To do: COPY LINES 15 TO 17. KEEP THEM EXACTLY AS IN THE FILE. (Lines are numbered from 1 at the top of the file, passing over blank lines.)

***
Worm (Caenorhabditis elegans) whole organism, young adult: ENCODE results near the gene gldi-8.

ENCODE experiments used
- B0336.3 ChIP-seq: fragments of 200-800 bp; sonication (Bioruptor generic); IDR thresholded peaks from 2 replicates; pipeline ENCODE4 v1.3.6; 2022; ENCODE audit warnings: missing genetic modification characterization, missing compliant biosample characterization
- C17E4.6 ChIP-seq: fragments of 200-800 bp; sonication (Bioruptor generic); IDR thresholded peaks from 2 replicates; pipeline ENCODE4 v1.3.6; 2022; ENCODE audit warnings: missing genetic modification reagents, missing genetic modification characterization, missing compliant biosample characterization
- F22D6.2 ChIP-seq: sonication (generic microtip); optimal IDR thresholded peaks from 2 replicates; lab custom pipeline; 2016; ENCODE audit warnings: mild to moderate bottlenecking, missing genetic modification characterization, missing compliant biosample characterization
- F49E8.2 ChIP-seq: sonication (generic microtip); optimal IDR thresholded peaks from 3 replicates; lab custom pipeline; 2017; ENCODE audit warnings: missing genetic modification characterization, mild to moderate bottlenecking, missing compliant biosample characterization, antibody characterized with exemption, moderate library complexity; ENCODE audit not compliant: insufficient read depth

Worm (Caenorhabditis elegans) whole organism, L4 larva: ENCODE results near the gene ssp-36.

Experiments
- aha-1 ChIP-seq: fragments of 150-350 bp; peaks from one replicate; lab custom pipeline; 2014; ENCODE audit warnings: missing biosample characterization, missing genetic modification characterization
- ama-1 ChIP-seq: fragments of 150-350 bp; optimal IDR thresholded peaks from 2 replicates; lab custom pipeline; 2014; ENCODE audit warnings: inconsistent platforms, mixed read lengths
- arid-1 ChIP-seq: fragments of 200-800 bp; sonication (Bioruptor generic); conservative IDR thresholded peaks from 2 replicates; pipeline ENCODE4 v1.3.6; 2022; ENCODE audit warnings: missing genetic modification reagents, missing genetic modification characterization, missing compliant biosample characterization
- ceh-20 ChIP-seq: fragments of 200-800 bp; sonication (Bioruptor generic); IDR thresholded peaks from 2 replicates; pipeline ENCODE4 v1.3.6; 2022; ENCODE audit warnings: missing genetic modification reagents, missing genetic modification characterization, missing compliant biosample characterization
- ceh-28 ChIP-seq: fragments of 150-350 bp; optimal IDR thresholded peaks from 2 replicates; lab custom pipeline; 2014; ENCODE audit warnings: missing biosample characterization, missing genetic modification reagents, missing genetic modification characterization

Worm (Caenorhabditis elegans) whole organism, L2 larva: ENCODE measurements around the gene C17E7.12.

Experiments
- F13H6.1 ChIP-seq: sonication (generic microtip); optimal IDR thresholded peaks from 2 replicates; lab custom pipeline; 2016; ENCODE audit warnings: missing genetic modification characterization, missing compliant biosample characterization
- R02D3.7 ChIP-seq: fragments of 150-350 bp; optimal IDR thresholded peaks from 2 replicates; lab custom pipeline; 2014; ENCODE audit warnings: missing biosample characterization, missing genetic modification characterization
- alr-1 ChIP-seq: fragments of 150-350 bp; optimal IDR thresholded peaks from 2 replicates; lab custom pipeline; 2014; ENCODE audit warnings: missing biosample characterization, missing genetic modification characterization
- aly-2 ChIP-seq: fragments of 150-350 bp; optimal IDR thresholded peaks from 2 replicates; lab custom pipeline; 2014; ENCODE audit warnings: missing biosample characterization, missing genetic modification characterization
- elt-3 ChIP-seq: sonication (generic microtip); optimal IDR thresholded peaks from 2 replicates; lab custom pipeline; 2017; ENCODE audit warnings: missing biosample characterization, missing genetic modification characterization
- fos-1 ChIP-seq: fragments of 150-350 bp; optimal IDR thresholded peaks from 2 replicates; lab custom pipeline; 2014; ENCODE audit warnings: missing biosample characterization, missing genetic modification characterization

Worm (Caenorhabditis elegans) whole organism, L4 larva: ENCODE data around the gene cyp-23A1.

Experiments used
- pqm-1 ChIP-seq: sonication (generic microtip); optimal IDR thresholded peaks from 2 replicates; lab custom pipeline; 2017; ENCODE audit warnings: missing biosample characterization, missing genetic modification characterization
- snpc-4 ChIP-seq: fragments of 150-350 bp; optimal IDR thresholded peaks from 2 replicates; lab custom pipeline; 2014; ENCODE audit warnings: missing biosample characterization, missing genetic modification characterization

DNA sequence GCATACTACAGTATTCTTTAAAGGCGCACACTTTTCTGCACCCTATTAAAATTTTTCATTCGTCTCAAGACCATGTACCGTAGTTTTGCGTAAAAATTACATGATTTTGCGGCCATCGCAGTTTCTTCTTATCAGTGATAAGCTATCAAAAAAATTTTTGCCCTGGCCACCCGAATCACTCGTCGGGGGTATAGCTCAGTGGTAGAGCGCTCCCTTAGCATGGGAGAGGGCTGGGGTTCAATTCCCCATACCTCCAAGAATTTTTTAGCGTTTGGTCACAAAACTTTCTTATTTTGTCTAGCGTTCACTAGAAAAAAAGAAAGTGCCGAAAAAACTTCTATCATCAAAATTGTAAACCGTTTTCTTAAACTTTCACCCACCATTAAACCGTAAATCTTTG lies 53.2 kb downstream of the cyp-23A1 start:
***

Experiments
- F13H6.1 ChIP-seq: sonication (generic microtip); optimal IDR thresholded peaks from 2 replicates; lab custom pipeline; 2016; ENCODE audit warnings: missing genetic modification characterization, missing compliant biosample characterization
- R02D3.7 ChIP-seq: fragments of 150-350 bp; optimal IDR thresholded peaks from 2 replicates; lab custom pipeline; 2014; ENCODE audit warnings: missing biosample characterization, missing genetic modification characterization